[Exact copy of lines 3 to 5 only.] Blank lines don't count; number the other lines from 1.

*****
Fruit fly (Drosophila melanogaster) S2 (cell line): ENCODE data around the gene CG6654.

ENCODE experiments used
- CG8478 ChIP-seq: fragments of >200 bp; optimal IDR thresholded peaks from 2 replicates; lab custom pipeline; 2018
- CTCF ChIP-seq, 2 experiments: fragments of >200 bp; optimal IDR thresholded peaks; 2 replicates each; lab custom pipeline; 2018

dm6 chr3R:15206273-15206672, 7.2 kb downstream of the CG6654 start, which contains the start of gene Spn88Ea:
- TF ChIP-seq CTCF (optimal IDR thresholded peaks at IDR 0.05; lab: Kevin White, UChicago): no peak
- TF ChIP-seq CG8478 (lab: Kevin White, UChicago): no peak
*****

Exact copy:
- CG8478 ChIP-seq: fragments of >200 bp; optimal IDR thresholded peaks from 2 replicates; lab custom pipeline; 2018
- CTCF ChIP-seq, 2 experiments: fragments of >200 bp; optimal IDR thresholded peaks; 2 replicates each; lab custom pipeline; 2018

dm6 chr3R:15206273-15206672, 7.2 kb downstream of the CG6654 start, which contains the start of gene Spn88Ea: